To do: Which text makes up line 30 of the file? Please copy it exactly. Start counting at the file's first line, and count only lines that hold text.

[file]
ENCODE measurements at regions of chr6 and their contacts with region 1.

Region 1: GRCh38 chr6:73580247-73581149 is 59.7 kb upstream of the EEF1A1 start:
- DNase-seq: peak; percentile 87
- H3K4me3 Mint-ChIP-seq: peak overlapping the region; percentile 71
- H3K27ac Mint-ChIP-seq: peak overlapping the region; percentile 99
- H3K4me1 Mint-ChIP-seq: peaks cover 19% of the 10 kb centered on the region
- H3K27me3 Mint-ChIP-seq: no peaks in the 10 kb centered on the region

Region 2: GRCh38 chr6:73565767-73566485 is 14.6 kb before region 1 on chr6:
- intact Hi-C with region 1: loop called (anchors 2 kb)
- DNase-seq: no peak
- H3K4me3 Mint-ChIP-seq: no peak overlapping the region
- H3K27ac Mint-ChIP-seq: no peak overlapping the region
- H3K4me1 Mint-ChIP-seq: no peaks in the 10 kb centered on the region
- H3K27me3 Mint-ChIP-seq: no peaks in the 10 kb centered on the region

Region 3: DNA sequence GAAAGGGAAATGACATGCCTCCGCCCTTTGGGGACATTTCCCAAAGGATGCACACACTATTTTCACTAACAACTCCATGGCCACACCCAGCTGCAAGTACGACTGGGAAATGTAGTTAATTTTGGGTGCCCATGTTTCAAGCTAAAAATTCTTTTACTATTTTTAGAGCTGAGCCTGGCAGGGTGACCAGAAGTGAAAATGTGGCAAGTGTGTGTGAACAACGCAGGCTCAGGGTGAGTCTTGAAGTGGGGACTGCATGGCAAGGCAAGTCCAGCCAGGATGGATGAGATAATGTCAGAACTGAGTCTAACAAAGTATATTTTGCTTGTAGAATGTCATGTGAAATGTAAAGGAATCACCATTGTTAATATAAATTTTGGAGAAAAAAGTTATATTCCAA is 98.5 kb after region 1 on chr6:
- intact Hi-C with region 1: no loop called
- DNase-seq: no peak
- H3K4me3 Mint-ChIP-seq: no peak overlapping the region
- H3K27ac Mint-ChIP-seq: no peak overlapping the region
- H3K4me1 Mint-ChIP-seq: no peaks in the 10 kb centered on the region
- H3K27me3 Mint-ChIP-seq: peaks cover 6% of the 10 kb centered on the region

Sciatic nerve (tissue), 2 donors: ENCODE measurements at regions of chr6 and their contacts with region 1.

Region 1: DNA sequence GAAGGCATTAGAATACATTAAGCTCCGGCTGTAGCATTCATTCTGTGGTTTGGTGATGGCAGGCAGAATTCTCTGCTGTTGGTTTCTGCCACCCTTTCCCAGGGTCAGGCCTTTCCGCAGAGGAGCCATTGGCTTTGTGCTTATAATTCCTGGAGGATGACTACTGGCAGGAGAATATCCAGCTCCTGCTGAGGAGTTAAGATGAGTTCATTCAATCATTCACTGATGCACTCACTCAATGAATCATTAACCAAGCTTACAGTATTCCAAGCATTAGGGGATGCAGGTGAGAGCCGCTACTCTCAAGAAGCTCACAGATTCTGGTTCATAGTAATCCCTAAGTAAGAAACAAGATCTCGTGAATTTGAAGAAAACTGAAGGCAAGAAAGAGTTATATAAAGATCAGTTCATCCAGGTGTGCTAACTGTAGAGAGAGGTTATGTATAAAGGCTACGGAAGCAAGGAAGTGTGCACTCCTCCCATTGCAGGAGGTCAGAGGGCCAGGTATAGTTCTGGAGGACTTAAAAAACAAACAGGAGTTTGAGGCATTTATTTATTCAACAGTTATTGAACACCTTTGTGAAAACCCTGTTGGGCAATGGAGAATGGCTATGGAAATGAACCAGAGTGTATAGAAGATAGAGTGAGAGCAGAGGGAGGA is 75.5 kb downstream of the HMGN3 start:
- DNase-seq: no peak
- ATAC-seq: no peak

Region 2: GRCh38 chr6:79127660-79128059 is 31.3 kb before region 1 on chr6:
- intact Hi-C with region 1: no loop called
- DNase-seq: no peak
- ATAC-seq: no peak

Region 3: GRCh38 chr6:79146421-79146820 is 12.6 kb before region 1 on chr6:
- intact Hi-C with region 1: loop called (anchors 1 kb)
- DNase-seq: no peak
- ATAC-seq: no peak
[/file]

Region 3: GRCh38 chr6:79146421-79146820 is 12.6 kb before region 1 on chr6: